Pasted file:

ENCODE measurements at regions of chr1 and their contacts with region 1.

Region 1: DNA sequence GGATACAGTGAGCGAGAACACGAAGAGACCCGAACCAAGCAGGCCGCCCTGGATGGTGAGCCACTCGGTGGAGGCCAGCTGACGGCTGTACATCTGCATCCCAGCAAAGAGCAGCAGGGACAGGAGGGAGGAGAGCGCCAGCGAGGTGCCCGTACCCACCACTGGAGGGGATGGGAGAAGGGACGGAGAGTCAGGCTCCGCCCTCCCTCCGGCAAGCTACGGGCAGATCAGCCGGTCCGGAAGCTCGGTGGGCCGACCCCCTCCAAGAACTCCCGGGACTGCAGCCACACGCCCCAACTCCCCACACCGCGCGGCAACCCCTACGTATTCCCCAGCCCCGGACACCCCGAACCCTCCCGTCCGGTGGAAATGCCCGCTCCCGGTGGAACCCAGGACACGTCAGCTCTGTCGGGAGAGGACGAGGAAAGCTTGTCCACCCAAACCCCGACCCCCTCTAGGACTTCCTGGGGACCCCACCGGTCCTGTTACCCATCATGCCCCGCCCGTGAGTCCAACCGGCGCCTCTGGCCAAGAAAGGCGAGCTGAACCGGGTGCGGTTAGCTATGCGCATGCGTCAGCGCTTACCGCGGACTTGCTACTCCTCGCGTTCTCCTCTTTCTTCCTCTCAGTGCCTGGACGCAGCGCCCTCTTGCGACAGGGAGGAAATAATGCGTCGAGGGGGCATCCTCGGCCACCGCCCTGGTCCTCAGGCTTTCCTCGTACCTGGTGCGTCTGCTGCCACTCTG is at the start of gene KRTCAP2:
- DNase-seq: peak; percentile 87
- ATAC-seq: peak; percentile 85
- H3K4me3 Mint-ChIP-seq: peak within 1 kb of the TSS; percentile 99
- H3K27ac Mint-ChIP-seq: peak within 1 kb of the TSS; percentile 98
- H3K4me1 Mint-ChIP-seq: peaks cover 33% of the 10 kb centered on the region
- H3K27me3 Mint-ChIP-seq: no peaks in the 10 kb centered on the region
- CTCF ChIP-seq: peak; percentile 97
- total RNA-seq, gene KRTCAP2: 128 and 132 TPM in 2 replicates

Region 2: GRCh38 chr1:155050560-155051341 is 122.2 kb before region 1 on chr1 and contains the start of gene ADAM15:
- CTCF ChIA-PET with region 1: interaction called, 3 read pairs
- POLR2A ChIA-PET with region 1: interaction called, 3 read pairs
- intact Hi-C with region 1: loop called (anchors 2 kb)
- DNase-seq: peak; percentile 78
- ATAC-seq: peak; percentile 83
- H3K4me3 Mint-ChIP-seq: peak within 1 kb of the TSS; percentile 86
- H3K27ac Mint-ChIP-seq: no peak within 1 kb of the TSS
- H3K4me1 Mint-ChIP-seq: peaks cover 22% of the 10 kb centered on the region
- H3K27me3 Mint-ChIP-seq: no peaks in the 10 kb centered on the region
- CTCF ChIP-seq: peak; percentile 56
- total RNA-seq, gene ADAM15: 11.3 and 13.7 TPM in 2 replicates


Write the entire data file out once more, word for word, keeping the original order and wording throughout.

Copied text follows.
ENCODE measurements at regions of chr1 and their contacts with region 1.

Region 1: DNA sequence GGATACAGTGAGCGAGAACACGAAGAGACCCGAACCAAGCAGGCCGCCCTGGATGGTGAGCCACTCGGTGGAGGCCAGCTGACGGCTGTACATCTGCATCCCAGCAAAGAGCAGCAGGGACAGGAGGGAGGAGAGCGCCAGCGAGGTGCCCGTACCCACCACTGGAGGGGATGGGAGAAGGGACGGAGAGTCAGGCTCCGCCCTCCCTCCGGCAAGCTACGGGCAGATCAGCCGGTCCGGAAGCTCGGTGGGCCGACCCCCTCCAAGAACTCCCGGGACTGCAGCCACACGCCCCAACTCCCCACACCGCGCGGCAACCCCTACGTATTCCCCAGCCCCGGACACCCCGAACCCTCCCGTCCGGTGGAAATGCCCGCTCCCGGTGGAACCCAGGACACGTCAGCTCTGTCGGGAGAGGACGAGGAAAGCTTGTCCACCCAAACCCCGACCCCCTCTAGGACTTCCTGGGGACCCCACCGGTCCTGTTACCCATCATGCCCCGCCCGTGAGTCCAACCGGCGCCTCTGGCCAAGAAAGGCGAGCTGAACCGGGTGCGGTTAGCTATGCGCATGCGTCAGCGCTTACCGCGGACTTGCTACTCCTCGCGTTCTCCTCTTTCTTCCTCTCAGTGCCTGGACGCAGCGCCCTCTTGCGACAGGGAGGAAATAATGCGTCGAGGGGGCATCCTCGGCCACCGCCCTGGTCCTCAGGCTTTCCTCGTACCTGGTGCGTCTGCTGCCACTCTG is at the start of gene KRTCAP2:
- DNase-seq: peak; percentile 87
- ATAC-seq: peak; percentile 85
- H3K4me3 Mint-ChIP-seq: peak within 1 kb of the TSS; percentile 99
- H3K27ac Mint-ChIP-seq: peak within 1 kb of the TSS; percentile 98
- H3K4me1 Mint-ChIP-seq: peaks cover 33% of the 10 kb centered on the region
- H3K27me3 Mint-ChIP-seq: no peaks in the 10 kb centered on the region
- CTCF ChIP-seq: peak; percentile 97
- total RNA-seq, gene KRTCAP2: 128 and 132 TPM in 2 replicates

Region 2: GRCh38 chr1:155050560-155051341 is 122.2 kb before region 1 on chr1 and contains the start of gene ADAM15:
- CTCF ChIA-PET with region 1: interaction called, 3 read pairs
- POLR2A ChIA-PET with region 1: interaction called, 3 read pairs
- intact Hi-C with region 1: loop called (anchors 2 kb)
- DNase-seq: peak; percentile 78
- ATAC-seq: peak; percentile 83
- H3K4me3 Mint-ChIP-seq: peak within 1 kb of the TSS; percentile 86
- H3K27ac Mint-ChIP-seq: no peak within 1 kb of the TSS
- H3K4me1 Mint-ChIP-seq: peaks cover 22% of the 10 kb centered on the region
- H3K27me3 Mint-ChIP-seq: no peaks in the 10 kb centered on the region
- CTCF ChIP-seq: peak; percentile 56
- total RNA-seq, gene ADAM15: 11.3 and 13.7 TPM in 2 replicates